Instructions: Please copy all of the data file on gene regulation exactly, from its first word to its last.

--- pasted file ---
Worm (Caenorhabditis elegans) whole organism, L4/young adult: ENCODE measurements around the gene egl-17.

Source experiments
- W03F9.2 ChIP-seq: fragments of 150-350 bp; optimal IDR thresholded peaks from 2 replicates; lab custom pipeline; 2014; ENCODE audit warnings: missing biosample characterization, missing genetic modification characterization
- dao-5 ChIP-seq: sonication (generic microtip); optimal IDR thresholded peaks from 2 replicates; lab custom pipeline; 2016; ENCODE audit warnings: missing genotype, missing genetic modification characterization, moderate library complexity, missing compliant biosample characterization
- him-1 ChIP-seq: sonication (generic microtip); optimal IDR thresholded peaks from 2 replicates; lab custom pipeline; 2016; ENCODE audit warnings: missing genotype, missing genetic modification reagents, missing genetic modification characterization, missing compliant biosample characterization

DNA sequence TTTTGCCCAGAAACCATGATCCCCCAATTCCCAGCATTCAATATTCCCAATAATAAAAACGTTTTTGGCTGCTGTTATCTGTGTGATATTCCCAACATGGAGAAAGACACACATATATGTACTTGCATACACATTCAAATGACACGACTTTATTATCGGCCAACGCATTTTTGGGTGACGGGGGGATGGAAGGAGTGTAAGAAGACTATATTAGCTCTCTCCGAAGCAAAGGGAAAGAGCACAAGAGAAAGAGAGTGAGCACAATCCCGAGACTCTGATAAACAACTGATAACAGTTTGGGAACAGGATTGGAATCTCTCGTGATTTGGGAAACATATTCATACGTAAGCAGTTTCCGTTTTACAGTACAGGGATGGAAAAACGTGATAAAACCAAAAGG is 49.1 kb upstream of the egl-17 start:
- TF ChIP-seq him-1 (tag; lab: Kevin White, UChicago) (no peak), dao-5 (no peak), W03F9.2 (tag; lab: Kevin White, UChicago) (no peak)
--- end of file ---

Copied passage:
Worm (Caenorhabditis elegans) whole organism, L4/young adult: ENCODE measurements around the gene egl-17.

Source experiments
- W03F9.2 ChIP-seq: fragments of 150-350 bp; optimal IDR thresholded peaks from 2 replicates; lab custom pipeline; 2014; ENCODE audit warnings: missing biosample characterization, missing genetic modification characterization
- dao-5 ChIP-seq: sonication (generic microtip); optimal IDR thresholded peaks from 2 replicates; lab custom pipeline; 2016; ENCODE audit warnings: missing genotype, missing genetic modification characterization, moderate library complexity, missing compliant biosample characterization
- him-1 ChIP-seq: sonication (generic microtip); optimal IDR thresholded peaks from 2 replicates; lab custom pipeline; 2016; ENCODE audit warnings: missing genotype, missing genetic modification reagents, missing genetic modification characterization, missing compliant biosample characterization

DNA sequence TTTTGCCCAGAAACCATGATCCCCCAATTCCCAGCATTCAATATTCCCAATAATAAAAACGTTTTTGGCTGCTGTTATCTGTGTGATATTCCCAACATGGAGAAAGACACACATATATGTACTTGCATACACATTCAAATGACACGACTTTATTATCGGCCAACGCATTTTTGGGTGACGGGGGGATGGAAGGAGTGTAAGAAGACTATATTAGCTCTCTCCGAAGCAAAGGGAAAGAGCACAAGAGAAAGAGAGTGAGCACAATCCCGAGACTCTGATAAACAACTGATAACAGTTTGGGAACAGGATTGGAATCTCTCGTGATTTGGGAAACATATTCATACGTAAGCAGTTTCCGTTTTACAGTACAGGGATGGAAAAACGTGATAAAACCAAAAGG is 49.1 kb upstream of the egl-17 start:
- TF ChIP-seq him-1 (tag; lab: Kevin White, UChicago) (no peak), dao-5 (no peak), W03F9.2 (tag; lab: Kevin White, UChicago) (no peak)